She calls me "gege" (Mandarin word for "older brother") while I call her "meimei" (Mandarin word for "younger sister"). We first met in Beijing, China at my former job as an English instructor for kids and teens. Since then our relationship meshed like a hand in glove. Eventually I regarded Hannah, my colleague, as my younger sister or meimei. When my time in the Middle Kingdom expired, she vowed to visit me at my next destination: Thailand. One year later, her promise was fully realized. Hannah and her cousin, Sunny, traveled to the Southeast [region of Asia] on their first voyage outside the country in December 2013.
It was the prime time for me to practice the remnant of Chinese that I recalled from my time there while having the chance to be a local "tour guide" for my friends. They stayed in my vicinity, tried the local food and we did a few sightseeing trips prior to their exotic weekend getaway to the tourist-friendly and charming Phuket island, a little less than two hours away from Bangkok by plane. Then they returned to the metropolis to spend their last 15 hours with me before heading back to the wintry Northeast [part of Asia] after having relished their seven-day vacation in the beautiful “land of smiles.”
Curious to know about Hannah's perspective of Thai culture and society, I asked meimei to provide her list of top five impressions of Thailand [for this blog]. They are as follows:
Top 1: People
They are very friendly and polite. I remember that there was a guy who was making a sculpture of the King and I asked him why he was doing it. His English was not that good. He was so shy and sorry b/c he was afraid that he couldn't explain himself correctly. We shopped while there. Even when we did not have the intention to buy things, the shop owners still said "thanks" when we were about to leave. 🙂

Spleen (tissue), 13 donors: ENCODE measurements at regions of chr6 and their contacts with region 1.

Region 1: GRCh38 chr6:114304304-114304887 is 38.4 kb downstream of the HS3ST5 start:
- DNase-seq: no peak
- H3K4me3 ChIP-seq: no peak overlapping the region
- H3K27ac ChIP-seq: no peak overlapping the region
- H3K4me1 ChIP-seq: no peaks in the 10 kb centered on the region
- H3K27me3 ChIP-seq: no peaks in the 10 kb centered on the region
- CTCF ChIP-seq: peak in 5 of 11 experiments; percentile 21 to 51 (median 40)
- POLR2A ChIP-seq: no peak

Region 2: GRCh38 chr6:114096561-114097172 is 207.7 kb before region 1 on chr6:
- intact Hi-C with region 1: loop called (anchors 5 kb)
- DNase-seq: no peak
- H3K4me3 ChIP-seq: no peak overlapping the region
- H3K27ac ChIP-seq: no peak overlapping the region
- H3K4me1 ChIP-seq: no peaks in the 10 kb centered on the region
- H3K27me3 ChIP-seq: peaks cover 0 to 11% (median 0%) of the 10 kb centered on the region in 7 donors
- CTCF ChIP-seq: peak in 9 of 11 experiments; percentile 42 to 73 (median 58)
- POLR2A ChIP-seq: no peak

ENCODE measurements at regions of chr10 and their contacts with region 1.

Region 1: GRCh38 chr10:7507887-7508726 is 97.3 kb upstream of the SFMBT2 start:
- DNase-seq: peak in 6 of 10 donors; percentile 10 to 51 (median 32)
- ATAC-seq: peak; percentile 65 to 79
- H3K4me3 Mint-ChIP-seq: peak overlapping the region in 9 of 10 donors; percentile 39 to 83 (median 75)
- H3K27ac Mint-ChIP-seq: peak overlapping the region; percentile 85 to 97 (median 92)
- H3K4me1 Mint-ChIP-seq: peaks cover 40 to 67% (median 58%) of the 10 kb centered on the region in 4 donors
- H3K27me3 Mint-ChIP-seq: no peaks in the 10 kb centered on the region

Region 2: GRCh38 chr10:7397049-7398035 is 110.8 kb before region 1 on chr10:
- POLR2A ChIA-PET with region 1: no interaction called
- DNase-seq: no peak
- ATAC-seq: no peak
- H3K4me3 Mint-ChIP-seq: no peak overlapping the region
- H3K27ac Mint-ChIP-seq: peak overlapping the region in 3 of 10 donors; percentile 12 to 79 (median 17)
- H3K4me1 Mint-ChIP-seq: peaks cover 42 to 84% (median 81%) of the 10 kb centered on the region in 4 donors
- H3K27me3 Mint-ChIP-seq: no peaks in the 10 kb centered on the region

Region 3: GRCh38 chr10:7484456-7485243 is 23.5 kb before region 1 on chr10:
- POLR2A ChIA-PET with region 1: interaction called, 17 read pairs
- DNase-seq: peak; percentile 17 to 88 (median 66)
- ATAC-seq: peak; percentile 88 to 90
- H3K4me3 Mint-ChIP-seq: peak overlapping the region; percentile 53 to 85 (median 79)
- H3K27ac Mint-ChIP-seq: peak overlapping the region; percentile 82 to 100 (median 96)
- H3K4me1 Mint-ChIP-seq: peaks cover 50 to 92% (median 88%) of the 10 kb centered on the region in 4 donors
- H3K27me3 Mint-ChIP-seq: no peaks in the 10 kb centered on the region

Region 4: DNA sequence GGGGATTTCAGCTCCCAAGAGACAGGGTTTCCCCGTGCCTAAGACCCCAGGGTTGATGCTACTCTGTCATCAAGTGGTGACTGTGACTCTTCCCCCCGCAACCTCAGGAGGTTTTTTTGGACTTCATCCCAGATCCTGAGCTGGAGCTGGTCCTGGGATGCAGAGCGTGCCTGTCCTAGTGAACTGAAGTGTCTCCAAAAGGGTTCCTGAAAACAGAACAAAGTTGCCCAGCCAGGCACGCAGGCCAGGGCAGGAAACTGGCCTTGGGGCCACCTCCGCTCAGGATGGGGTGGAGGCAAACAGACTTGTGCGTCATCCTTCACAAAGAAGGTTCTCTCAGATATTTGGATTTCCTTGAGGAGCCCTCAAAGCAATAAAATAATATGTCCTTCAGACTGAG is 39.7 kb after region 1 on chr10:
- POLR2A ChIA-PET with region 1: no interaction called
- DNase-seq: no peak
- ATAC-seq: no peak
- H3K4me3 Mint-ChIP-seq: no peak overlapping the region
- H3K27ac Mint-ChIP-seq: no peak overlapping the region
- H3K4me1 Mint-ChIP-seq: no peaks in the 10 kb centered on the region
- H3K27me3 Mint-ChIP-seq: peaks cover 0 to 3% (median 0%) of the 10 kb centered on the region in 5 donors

Top 2: Price
Most things are much cheaper, esp. name brand items like Apple, Samsung. etc. You don't feel any pressure if you want to buy things you want. The massages are so good and cheap. I can get a massage everyday if I have time. It only cost like 50 or 60 Chinese RMB (b/t 265-300 Thai baht, depending on the massage type).
Top 3: Lifestyle
You, gege, told me that Thai people don't make much money every month, probably just around 2000 RMB a month or 10,000 baht. If they were in Beijing, they'd probably find it so hard to survive. But they seemed so happy. Everyone was so happy to help and so eager to introduce their culture to foreigners like us.
Top 4: Worship for the King
I still couldn't believe my eyes when I saw thousands of people standing outside the Siam Paragon Mall holding a candle and praying for the King on his birthday. I am not saying I like things like this, but it seems that they have their own beliefs. Probably this can't work for China not like in Chairman Mao's time. I was wondering probably back in the 1960s or 70s, Chinese people would have done the same thing.
Top 5: Scenery
The ocean is so clean and the mountains are very beautiful.
Thanks a jillion Meimei Hannah for contributing to this blog post. You and I both will continue embarking on our world nomadism of exploring one new nation per year. Happy Travels and Happy Spring Festival!